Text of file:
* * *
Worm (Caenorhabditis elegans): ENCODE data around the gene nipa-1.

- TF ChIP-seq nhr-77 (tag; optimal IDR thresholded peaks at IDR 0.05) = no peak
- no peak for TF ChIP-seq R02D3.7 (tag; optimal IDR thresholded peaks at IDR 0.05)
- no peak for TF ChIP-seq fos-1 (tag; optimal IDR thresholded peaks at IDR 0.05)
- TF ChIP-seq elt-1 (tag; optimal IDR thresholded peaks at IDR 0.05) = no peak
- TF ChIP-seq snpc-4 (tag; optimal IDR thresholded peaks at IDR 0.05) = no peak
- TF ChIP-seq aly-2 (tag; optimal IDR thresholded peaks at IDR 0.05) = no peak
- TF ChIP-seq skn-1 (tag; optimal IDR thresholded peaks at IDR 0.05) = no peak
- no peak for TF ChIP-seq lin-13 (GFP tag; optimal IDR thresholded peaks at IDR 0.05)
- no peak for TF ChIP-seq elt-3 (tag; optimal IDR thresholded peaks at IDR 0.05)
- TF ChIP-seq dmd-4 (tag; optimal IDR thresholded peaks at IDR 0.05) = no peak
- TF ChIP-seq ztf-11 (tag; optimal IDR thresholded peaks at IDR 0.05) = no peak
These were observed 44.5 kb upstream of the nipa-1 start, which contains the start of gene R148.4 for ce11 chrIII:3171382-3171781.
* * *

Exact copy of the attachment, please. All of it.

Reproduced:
Worm (Caenorhabditis elegans): ENCODE data around the gene nipa-1.

- TF ChIP-seq nhr-77 (tag; optimal IDR thresholded peaks at IDR 0.05) = no peak
- no peak for TF ChIP-seq R02D3.7 (tag; optimal IDR thresholded peaks at IDR 0.05)
- no peak for TF ChIP-seq fos-1 (tag; optimal IDR thresholded peaks at IDR 0.05)
- TF ChIP-seq elt-1 (tag; optimal IDR thresholded peaks at IDR 0.05) = no peak
- TF ChIP-seq snpc-4 (tag; optimal IDR thresholded peaks at IDR 0.05) = no peak
- TF ChIP-seq aly-2 (tag; optimal IDR thresholded peaks at IDR 0.05) = no peak
- TF ChIP-seq skn-1 (tag; optimal IDR thresholded peaks at IDR 0.05) = no peak
- no peak for TF ChIP-seq lin-13 (GFP tag; optimal IDR thresholded peaks at IDR 0.05)
- no peak for TF ChIP-seq elt-3 (tag; optimal IDR thresholded peaks at IDR 0.05)
- TF ChIP-seq dmd-4 (tag; optimal IDR thresholded peaks at IDR 0.05) = no peak
- TF ChIP-seq ztf-11 (tag; optimal IDR thresholded peaks at IDR 0.05) = no peak
These were observed 44.5 kb upstream of the nipa-1 start, which contains the start of gene R148.4 for ce11 chrIII:3171382-3171781.